Thaks to all for the great info. I knew whatever I did would involve lots of practice, and practicing making photographs is a joy... I think I will bite the bullet and buy a meter, then using the info you have shared with me, determine the exposure, take the shot, then use the meter and take the shot, then compare the results when I see the print. I will also try XTOL, DDX, and D76 and see how that works out. I will let you know how things turn out and post a few pic's. Thanks again... 9fingers
I also would like to thank the folks that provided charts or links to them. These will be invaluable to me as I learn to "see the light". Now to read up on the different properties of developers. Thanks again everyone. 9fingers
Originally posted by Charles Webb "Your comment is very very wrong! How did we get the images that required finer control and detail before the invention of the light meter? I guarantee I knew no photographers who could afford to waste anything. A news paper editor would send us out with one film holder and a Speed and two #22 bulbs.
If you did not come back with two different printable detailed prints, your rear
was on the carpet before you left work. Getting the finer control and detail became rather easy, once you learned the necessary skills and actually knew what you were doing. The exposure meter for most camera persons is a necessary crutch, but it doesn't have to be!
But I ask. How much waste, unneed trial and error, might have been avoided if one had used, as Ansel Adams strongly suggested, a light meter?
"Wubba, wubba, wubba. Bing, bang, bong. Yuck, yuck, yuck and a fiddle-dee-dee." - The Yeti
It's funny to see your comments, Christopher... I just became the proud owner of a stack of photography magazines from the mid-1930s where they talk about a new-fangled device called a "light meter". Before there were light meters, there were charts and exposure calculators.
Your comments make me think about how people today cannot fathom that we put people in space using... a sliderule! Everything new tends to negate the old and render it "useless" in the eyes of the present... whether that is true or not.
Well, I think they used more than slide rules. Remember all those consoles with flashing lights in Mission Control?
Originally Posted by BWGirl
Anyway, I always thought that one needs ten fingers so they can count all the zones when determining exposures?
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Much of the design work was done with slide rules. Computer time in the mid 60s was way too precious to be allocated to every calculation in the design process. And for most purposes slide rules were faster and more convenient.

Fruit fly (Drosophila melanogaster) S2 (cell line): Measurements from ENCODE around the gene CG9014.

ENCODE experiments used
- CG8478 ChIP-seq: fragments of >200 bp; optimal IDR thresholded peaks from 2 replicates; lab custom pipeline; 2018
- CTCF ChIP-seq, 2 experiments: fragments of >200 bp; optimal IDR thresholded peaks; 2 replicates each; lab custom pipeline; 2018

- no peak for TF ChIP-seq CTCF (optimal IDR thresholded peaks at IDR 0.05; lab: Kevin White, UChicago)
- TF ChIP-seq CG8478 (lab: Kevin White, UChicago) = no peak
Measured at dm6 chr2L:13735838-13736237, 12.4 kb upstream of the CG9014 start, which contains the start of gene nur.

Originally Posted by Kirk Keyes
How did Ansel recommend the use of a light meter before they were invented?
Originally Posted by flash19901
Of course if Ansel said it it must be correct. I guarantee he was not using one during his earliest works.
Sorry to fan the flame, some folks will never see or understand!
BTW it was well into the 1940's before most photographers were able to aquire a light meter that actually worked. The majority of professionals just laughed at them as a passing fad, kind of like "Digital" camera use.
Just thought of something else funny to me, I have signed my prints CW and date for the past fifty plus years, what must I do now? he he!
First mass-market meter, Watkins Bee, 1890s
First extinction meters, probably 19-teens (sorry, from memory, too lazy to check).
First photoelectric meters 1920s...
Hmmmmmmmm. More for what it is worth :
All of my information points to the electronic exposure meter for photography being invented/patented on February 21, 1932 by W. Goodwin. That is the earliest patent date recorded I could find.
Regardless of when it was invented few photographers had or used them until the mid forties. I know of no individual photographer in Denver, Colorado Springs or Pueblo that had or knew how to use one. By the early fifties they began to show up, for use with even snap shot boxes. The first meter I ever saw was a Norwood incident meter that had been designed for a movie cameraman by Norwood. No Studio photographer had or needed one, they knew how to see the light from their Skylights or Mazda's or what ever they were using. I purchased a General Electric Professional model PR2 exposure meter at that time, still have it. Besides Norwood and GE, Seconic, I believe Weston and a few others were making their appearance. Now at that time I was a member of PPofA and attended their educational programs when or where ever offered in the US, and none were scheduled as far as I know until the mid fifties to demonstrate the use of an exposure meter.
I know what we did and how we did it, I rode the wave from 4x5 to 21/4 then the shift to 35 mm. I never gave up on the 4x5 or 8x10 for my best quality work. Still lean that a way!
Some of you seem think we were all stupid 50/60 years ago, but I guarantee
we weren't all !! Any body seen a Watkins Bee on ebay recently? I really would like to have one.
There are three on right now.